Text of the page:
Kinky Boots remains one of the most popular and talked about musical on Broadway. It has routinely delighted audiences of all sorts with a heartwarming tale about how a group of rural factory workers address the needs of urban drag queens. Together, they save the factory from shutting down. One of the standout performers is Annaleigh Ashford, who brings both humor and optimism to the show. Here, Ashford explains what sets this show apart:
What drew you to the role of Lauren, and to the show generally?
Ashford: The show is an incredible story about people who come to accept themselves by learning how to accept others. Lauren is a tough, no-nonsense girl who fights for her fellow factory workers to keep Price & Son afloat during a changing time in the industry of shoe making. I loved both the story and the character because they were both relatable and inspiring. The creative team of Jerry Mitchell, Harvey Fierstein, and Cyndi Lauper also made this show such a special project.
In addition to having great chemistry together, the cast looked like it was all having so much fun out there. After a Tony and hundreds of performances, how do you keep the energy up as if it's the first night of the run?
Ashford: The message of the show keeps the motor running. We are a group of actors that knows how lucky we are to get to tell this story every night and we are grateful to do it. The audience comes in every night ready to enjoy the show and they give us so much of our energy.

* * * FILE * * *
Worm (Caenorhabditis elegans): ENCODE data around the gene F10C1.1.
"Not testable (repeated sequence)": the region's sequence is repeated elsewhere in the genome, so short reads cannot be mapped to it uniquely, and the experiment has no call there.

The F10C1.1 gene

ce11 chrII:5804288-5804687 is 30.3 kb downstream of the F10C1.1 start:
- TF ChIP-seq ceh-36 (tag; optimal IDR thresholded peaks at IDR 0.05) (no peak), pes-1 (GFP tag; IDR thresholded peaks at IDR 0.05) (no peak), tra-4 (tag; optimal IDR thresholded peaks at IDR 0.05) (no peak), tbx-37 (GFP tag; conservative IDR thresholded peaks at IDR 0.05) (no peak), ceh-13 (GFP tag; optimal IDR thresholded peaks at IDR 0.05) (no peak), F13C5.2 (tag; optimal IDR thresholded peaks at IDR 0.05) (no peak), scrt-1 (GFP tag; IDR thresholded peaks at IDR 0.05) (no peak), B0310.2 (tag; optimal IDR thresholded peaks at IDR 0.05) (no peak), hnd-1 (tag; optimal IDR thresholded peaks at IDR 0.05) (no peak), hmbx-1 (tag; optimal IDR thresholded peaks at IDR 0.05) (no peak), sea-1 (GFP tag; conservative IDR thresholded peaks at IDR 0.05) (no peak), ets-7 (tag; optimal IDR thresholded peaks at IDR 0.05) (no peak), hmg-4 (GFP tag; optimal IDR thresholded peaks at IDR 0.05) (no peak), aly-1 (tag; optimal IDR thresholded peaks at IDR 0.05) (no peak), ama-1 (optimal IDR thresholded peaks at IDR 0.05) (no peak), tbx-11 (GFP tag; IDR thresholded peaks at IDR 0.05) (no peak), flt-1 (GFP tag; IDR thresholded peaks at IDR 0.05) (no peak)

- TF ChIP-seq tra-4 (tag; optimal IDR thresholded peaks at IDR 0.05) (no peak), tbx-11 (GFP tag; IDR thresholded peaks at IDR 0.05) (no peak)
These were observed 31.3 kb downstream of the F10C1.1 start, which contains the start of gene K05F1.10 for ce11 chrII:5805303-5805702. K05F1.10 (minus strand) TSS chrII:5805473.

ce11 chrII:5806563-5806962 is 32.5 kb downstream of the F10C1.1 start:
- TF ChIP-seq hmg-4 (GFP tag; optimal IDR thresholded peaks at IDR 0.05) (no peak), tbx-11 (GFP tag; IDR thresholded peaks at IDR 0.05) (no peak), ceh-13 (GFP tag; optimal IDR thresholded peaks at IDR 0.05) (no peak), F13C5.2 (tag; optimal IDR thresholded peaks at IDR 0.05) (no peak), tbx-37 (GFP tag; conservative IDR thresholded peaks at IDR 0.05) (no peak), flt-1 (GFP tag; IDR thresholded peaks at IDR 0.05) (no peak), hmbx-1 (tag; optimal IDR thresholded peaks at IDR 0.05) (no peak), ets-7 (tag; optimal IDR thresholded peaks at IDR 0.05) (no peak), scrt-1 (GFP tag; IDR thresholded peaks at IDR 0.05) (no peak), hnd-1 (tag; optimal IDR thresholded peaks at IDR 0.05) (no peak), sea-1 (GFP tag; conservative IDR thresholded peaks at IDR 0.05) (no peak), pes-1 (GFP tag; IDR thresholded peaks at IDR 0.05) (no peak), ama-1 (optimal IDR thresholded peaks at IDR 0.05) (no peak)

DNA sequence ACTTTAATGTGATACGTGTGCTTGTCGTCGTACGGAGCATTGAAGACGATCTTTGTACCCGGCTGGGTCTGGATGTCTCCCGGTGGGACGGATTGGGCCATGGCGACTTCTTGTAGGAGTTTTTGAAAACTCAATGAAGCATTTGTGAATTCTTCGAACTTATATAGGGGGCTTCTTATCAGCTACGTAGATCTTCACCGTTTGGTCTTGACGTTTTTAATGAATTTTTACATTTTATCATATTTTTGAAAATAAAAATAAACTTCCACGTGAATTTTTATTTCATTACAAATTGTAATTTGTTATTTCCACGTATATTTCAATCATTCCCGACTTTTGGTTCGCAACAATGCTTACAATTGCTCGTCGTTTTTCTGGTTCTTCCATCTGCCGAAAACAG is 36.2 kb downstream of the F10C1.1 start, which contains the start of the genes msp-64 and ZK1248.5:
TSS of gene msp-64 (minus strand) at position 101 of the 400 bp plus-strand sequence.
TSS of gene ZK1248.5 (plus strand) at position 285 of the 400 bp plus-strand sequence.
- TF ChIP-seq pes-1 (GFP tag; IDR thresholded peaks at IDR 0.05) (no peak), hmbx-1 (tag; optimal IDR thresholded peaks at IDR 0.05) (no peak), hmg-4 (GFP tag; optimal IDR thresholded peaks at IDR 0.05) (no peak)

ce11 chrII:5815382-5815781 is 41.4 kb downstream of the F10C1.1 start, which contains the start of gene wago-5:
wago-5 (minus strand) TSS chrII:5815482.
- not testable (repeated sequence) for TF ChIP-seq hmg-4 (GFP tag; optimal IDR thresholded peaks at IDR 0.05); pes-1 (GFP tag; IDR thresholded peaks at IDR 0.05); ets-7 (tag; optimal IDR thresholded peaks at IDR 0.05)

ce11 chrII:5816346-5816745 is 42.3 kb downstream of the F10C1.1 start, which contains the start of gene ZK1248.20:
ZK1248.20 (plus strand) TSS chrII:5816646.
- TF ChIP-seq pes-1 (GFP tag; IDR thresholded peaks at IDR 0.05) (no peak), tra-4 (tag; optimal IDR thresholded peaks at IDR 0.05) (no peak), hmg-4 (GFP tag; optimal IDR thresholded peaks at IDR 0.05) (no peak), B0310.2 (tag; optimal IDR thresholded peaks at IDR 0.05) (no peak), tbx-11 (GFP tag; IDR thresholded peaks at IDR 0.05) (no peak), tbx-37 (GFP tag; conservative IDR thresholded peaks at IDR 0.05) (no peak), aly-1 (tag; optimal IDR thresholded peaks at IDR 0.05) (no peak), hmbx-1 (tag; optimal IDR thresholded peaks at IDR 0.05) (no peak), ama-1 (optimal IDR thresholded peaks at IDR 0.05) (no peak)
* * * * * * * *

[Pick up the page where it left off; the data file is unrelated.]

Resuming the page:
It's interesting to see how the show handles Nicola, your rival for Charlie's heart. You sort of understand Nicola's perspective, and she's not portrayed as the typical, nasty girlfriend that turns up on Broadway so often. I found myself feeling compassion for Nicola, but rooting for Lauren. Is that a common reaction?
Ashford: That is an absolutely common reaction and is a testament to Harvey's writing. Both women want different things in life and Charlie, Nicola, Lauren, and the audience all know towards the middle of act two that Charlie and Lauren are more of a match than Nicola and Charlie. It is a relief to Nicola and Charlie that they figure it out before they actually get married, and therefore you still have compassion for Nicola. But then you are free to root for Lauren and Charlie romantically at the end of the story.
Cyndi Lauper's music really stands out from other Broadway shows, but there's still plenty of heart and emotion in the songs. It definitely mirrors what we're seeing happen with the plot, particularly in your rendition of "The History of Wrong Guys." What was the thought process that went into that memorable performance?
Ashford: When we first started developing the song we really focused on Lauren retreating to her head when the music begins so that the song is a series of beats where Lauren slips in and out of reality. We all know how those first few moments of butterflies feel like, so I think the physical reactions that we chose for Lauren to experience are very relatable. It's also a bonus that it is an amazing Cyndi Lauper pop song!
What underlying message do you hope that people take home from the show?
Ashford: If you can change your mind, you can change the world!!!